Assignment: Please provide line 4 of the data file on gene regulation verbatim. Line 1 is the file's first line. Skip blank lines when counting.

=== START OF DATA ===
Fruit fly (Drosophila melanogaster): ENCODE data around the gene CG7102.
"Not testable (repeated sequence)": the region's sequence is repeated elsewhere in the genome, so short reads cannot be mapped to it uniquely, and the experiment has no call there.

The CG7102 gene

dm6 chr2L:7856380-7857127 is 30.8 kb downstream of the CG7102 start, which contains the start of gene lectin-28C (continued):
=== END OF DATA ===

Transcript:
dm6 chr2L:7856380-7857127 is 30.8 kb downstream of the CG7102 start, which contains the start of gene lectin-28C (continued):